New housing strategy for London

January 24th, 2014 | Posted by Gordon Deuchars in Advocacy | Campaigns | Consultations | Energy and Fuel | Health | London | Older People | Older People's Organisations | Uncategorized

A public consultation on the Mayor’s Draft London Housing Strategy closes on 17th February 2014. Age UK London will be responding and it would be great to hear from you if you have views and experiences which you would like to feed in.

What the Mayor’s team have put in the draft does show awareness of older people having housing needs, but have they understood the range of needs and got the right solutions? What would you like to see the Mayor, local authorities and housing providers do to improve housing for older people? A few main points included in the consultation document :

While the main overall emphasis is on meeting the needs of working people for affordable housing (whwtever “affordable” means), many parts of the strategy are definitely of interest from the age point of (even leaving aside that “older people” can also be “working people”). Key messages include supporting good space standards in building in London and reaffirming the existing Lifetime Homes approach to new building  and the London Housing Design Guide (Section 2.5), retrofitting  existing homes to improve energy efficiency (2.6) and investment to meet the Decent Homes Standard (2.7)

Section 3.8 on older people’s housing refers to forecasts for expected growth in the older population, and includes an emphasis on Lifetime Homes and Lifetime Neighbourhoods to ensure the “mainstream” is accessible for people of all ages. It aims to promote more purpose-built older people’s housing in the open market sector and calls for more exploration of options like shared equity and equity release to support this. At the same time the proposals recognise there will be more need for more specialised housing for people with higher support needs. This part mentions what the Mayor has already done through the Housing Covenant to support specialist accommodation for older people. Section 3.8 does not include target numbers for provision of different types of housing for older people.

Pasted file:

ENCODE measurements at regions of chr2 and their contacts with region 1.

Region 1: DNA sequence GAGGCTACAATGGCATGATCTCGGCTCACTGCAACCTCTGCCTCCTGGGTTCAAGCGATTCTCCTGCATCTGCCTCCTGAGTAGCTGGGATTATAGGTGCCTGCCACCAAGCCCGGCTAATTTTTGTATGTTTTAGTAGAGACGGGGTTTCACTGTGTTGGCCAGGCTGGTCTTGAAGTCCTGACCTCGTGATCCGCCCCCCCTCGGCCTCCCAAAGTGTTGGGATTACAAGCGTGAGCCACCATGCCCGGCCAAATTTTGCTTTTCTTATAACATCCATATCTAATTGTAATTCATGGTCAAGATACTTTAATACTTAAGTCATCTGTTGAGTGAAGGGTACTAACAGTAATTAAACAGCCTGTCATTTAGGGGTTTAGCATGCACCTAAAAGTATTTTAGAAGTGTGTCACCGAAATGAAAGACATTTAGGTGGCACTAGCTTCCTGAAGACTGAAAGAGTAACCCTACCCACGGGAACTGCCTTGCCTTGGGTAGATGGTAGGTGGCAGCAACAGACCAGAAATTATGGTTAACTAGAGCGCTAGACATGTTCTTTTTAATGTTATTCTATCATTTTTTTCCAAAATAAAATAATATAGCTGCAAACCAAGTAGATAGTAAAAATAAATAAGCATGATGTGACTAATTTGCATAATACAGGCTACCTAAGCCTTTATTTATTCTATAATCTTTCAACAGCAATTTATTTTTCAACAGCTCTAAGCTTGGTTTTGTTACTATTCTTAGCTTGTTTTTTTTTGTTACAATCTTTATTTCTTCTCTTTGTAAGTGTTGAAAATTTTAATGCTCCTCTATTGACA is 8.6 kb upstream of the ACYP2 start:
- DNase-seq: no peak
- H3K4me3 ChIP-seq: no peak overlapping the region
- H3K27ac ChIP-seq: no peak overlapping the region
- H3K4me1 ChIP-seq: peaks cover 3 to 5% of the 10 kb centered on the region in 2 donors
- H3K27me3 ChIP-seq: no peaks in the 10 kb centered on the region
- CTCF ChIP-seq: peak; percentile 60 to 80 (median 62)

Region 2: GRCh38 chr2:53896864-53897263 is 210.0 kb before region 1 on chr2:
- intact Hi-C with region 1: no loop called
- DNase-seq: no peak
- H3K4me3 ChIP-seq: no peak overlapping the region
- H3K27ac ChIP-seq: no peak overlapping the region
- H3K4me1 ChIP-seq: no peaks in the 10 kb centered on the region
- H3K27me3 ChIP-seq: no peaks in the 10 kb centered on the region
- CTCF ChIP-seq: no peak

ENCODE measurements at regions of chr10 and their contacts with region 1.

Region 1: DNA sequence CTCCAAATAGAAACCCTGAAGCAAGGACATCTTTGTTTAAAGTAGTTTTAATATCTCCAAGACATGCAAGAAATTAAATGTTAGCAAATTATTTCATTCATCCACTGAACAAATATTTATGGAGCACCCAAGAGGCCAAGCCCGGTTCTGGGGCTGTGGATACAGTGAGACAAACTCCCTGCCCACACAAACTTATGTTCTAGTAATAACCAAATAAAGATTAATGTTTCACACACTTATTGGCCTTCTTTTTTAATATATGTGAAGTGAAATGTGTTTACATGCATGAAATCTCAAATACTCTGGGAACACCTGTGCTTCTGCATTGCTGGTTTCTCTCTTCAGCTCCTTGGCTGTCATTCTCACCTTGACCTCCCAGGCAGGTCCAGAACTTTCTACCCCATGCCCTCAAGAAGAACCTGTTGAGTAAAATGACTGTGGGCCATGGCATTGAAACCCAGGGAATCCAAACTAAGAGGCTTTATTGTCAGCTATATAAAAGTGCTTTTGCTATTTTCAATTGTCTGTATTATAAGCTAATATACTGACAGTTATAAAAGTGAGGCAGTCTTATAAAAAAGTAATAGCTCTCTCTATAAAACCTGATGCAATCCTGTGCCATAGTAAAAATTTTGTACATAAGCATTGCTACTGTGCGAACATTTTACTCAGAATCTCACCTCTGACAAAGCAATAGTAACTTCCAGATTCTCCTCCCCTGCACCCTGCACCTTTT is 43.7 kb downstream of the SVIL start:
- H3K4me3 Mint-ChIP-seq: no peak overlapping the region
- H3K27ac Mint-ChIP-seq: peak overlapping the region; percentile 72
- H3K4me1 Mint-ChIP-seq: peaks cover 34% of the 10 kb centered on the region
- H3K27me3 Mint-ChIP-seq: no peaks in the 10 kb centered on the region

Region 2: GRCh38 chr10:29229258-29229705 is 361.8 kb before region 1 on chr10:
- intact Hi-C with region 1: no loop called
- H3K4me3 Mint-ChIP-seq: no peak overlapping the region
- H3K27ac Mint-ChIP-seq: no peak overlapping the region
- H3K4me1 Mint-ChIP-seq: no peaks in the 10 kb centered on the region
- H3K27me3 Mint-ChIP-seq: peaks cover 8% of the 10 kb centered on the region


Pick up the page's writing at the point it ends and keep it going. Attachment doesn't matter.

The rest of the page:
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2 Responses

  • Barbara Clarke says:

    Re: Co-Housing

    If the Mayor is serious about a Housing Strategy for the future, he should consider Co-Housing Communities. These are where all the people who are going to be living in the development initiate and develop the scheme and put it into action – including commissioning architects, builders, developers etc, and undertake its continued management.
    The premises can either be rental or owner-occupied.
    Some of the benefits are:
    – ecologically friendly
    – togetherness
    – reduction in costs due to economies of scale
    – ownership and control by those who live there

    It would be great if Age UK London wanted to explore some of the options around Co-Housing Communities – maybe run a workshop.
    If anyone else is interested in this area or in starting up a community, please get in touch with me.

  • Gordon Deuchars says:

    Good to hear from you and I agree that co-housing needs to be one of the options that the Mayor develops for housing for older people in London. We included this as a point in the Age UK London response to the Housing Strategy.
    Will also look into what we can do with this in Age UK London’s future work although I can’t make any immediate promises.

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